In most cases, the conditions requested (usually referred to as “requisitions”) are usually the same in transactions which are similar and, basically, the purchase price is the determining factor as to whether the offer will be accepted or not. Until this stage, there is usually very little involvement by a lawyer. Most of the negotiations between the parties in a “standard” transaction are performed by the real estate broker on a prescribed form document. In most cases an experienced broker is familiar with the conditions which are required to be inserted in the offer though at this stage, the lawyer is often requested to review the conditions of the offer. Once the economic question has been agreed to, the lawyer gets involved to ensure that the conditions are met. These conditions may relate to title issues, planning issues, zoning issues, etc… The lawyer has to be satisfied that all the conditions which are significant or “deal breakers” are resolved prior to “closing” (“closing” is the end of the transaction when the buyer transfers the balance of the money to the seller and clear title and possession are given to the buyer). In Israel the situation is different in that a lawyer in engaged at the outset. The parties negotiate a price as well as the other terms (usually orally) and then the lawyer of either the buyer or the seller drafts the document. The contract is then sent to the lawyer of the other party and the two lawyers finalize the terms of the contract as per the directions they receive from their respective clients. (As an aside it should be pointed out that, under Israeli law, in certain cases a lawyer can act for both the seller and purchaser simultaneously! Something unheard of in most Canadian provinces! I will deal with that issue below).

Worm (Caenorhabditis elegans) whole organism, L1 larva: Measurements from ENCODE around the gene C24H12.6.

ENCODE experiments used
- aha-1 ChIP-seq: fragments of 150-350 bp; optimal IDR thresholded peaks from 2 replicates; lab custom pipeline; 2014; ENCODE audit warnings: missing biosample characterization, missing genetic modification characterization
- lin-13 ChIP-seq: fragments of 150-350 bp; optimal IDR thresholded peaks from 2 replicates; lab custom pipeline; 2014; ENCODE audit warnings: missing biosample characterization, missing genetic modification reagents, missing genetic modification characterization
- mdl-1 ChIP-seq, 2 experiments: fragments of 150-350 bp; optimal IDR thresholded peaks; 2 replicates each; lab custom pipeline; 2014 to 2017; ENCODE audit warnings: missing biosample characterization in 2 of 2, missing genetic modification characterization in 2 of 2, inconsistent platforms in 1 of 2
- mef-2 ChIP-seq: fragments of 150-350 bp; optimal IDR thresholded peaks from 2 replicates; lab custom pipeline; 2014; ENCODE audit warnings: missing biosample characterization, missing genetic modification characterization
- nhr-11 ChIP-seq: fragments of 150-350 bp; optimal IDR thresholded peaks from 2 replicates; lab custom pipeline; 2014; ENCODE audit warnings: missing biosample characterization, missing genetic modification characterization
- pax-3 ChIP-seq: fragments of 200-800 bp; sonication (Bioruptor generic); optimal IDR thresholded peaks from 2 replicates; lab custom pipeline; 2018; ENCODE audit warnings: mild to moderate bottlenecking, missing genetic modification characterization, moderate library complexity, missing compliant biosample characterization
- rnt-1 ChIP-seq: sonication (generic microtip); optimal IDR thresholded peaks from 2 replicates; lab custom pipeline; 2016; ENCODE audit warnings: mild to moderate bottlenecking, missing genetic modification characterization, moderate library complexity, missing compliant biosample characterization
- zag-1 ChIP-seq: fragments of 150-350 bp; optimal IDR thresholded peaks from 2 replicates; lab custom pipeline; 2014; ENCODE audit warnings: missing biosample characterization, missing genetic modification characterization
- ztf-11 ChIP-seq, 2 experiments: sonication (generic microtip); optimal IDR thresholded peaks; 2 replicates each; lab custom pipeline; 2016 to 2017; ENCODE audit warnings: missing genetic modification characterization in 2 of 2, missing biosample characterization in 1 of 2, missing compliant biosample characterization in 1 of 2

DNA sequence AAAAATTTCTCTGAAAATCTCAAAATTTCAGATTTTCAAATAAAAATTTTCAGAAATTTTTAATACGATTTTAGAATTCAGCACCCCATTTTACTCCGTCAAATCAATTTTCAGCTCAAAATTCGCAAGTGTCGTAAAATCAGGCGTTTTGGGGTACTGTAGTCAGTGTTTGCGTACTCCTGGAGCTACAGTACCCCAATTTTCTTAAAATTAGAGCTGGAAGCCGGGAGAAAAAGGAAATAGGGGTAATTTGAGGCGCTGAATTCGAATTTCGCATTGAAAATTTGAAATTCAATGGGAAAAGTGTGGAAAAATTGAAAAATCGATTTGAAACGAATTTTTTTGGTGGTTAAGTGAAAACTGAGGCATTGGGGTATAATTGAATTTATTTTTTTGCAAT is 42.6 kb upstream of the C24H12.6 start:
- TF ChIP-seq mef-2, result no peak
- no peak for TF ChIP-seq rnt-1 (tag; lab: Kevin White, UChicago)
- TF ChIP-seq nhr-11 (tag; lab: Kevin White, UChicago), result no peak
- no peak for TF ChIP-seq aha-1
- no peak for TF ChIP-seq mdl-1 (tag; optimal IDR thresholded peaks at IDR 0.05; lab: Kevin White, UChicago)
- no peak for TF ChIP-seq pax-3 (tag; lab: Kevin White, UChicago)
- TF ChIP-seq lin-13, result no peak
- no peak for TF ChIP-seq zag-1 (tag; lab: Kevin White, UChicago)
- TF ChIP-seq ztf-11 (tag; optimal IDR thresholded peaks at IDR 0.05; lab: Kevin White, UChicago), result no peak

The purchaser’s lawyer is basically expected to have executed all the necessary searches before a legal contract is signed or alternatively to have included safeguards in the contract to adequately protect his client until the condition is fulfilled. For example, the purchaser’s lawyer is expected to check the title of the property before the contract is signed. As mentioned above, it is very common for a lawyer in Israel to represent both the seller and the purchaser. This usually results in a minor saving of the lawyer’s fee by the buyer and seller. Needless to say, if there is any conflict of interest the lawyer must resign and is not allowed to represent either side. This is one of the differences between the two legal systems which is difficult for a Canadian lawyer to comprehend. Therefore, it is my practice to recommend that each party has its own representation unless both parties themselves convince me otherwise (such as in a close family situation). The saving of a few hundred dollars is not worth ruining a relationship with a relative or friend especially when the transaction may involve hundreds of thousands of dollars.